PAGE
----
Poetry at underground stations. Wonderful, but why wasn’t I there?!!!!! Oh well, I’ll just keep plodding on with sideways glances of social commentary. So will poetry transform the way people travel, can it curb ‘travel rage’? Can we just be nicer to everyone else when we’re packed like sardines in overcrowded carriages. Reminds me of Spike Milligan’s epigram: “A small sardine saw a large submarine, so she went and she looked through the peep-hole. Oh, come, come, come said the sardine’s Mum, it’s only a tinful of people.” Enjoy!
suffering a dose of morbid self-pity,
wondering at life’s bizarre serendipity.
Why was I not chosen?
There’s no reason
that I couldn’t pose
on a soap-box outside an underground station,
shouting aloud my recitation
of verse on the subject of etiquette
on the network of transport in London.
Why was I not chosen?
with my soap-box my bed,
here are the thoughts that revolve in my head ….
Transport For London,
or Too Fucking Late?
Are they just one and the same?
at the state of the bus, the rate of the train,
swearing and cursing
making it worse in more ways than one.
We need peace, we need calm,
We need etiquette
Move down, move down!
Don’t push, don’t rush,
don’t crush, say please,
don’t squeeze in through the doors
as they’re starting to shut.
Don’t barge, don’t go large
with a greasy beef-burger
as you’re herded together,
shoulder to shoulder
in dank claustrophobia
of the underground carriage.
No smoking, elbow-poking,
sexist joking, grabbing, groping,
toping from a brown paper bag,
blagging, snorting, flobbing, gobbing,
spitting, sitting on your neighbour’s knee.
Don’t pee in a doorway when the toilet’s closed.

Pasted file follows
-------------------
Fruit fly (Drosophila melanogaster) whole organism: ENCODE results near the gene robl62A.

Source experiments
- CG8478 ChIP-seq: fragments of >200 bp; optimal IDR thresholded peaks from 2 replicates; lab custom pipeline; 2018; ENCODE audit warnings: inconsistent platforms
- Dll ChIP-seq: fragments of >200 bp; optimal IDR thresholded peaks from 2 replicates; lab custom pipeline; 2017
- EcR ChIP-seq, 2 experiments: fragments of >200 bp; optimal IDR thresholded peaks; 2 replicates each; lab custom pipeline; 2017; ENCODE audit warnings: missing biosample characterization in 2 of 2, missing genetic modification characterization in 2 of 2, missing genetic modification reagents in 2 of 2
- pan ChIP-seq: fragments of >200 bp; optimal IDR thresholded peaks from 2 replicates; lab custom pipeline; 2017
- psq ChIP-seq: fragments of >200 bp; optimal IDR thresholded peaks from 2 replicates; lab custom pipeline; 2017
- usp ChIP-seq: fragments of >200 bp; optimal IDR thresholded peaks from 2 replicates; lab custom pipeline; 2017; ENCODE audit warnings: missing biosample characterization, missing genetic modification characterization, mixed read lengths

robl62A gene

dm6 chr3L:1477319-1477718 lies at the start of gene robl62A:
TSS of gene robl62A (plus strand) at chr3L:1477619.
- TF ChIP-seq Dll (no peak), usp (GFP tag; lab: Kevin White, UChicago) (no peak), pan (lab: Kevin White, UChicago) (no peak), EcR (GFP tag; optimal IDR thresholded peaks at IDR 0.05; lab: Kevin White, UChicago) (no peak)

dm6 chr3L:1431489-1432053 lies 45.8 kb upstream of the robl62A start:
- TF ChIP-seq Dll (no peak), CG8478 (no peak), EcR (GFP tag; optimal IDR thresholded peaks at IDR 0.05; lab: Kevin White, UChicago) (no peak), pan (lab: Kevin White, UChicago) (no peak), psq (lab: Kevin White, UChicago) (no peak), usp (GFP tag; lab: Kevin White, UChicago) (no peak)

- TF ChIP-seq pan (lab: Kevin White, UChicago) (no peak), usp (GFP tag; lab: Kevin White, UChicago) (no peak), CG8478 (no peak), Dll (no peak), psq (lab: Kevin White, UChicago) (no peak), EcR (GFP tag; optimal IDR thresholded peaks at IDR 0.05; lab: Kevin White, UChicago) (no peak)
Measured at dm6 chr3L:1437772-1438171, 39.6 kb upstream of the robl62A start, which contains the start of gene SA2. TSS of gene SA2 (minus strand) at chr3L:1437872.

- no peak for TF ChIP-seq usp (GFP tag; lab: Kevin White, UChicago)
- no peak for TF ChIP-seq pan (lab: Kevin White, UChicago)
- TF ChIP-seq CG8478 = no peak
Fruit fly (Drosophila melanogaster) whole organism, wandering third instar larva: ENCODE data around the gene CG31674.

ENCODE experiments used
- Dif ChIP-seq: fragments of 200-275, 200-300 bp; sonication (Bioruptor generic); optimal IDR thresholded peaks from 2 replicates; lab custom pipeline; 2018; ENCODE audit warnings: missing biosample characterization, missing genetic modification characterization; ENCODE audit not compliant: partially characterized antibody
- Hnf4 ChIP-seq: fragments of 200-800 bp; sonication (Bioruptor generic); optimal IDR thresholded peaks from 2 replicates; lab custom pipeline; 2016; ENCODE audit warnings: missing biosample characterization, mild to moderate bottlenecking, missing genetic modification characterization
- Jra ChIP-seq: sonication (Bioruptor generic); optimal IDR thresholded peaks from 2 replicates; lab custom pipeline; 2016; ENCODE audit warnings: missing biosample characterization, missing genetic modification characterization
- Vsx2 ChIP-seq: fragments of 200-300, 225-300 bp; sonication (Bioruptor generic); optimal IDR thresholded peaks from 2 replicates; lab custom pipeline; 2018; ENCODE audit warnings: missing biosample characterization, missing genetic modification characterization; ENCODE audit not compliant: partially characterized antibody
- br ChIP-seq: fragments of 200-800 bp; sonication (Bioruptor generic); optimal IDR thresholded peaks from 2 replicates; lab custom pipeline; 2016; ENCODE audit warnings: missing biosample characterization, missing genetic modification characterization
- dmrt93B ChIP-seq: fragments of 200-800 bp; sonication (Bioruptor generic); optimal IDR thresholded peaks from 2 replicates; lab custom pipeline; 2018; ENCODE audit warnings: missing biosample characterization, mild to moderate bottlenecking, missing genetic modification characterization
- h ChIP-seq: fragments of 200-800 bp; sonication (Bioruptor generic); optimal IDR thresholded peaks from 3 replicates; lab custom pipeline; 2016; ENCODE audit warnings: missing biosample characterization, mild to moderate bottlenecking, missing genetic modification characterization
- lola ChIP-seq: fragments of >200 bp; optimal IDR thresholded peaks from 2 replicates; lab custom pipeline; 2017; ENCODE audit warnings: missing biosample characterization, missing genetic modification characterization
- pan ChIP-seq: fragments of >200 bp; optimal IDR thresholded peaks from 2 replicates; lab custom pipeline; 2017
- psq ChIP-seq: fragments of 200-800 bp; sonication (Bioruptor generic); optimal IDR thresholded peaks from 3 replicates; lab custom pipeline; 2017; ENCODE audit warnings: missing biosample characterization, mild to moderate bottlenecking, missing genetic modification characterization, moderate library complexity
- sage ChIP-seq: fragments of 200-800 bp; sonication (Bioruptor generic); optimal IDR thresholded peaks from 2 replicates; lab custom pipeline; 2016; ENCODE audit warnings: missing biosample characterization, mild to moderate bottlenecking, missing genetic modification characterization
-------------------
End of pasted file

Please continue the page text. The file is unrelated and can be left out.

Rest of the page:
Don’t throw your litter on the ground.
Don’t bitch, complain
because you’ve missed the final train.
Don’t harass the staff;
they’re the ones who’ll have the last laugh
as they call the police
and you’re swept off your feet,
to cool off your rage until the next day
So much to remember,
so much not to do.
Be pleasant, polite,
just get your breathing right.
Think karma, slow down, be calmer,
and you’ll drift through the day
with no rage to regret
by practising etiquette.
29th September 2013 – headline from the Guardian
Notes: “TfL tackles tube etiquette with poetry.” Transport for London is aiming to use poetry to teach the capital’s commuters “poetiquette” and think twice about dropping litter, obstructing doors and other anti-social behaviour that contributes to travel delays on the tube. From Monday until Friday a collection of London poets, including rising star Amy Acre who appeared at this year’s Latitude festival, will give recitals at some of London’s busiest train and tube stations as part of a wider TfL Travel Better London marketing campaign encouraging commuters to be more considerate towards their fellow travellers.
- TfL tackles tube etiquette with poetry (theguardian.com)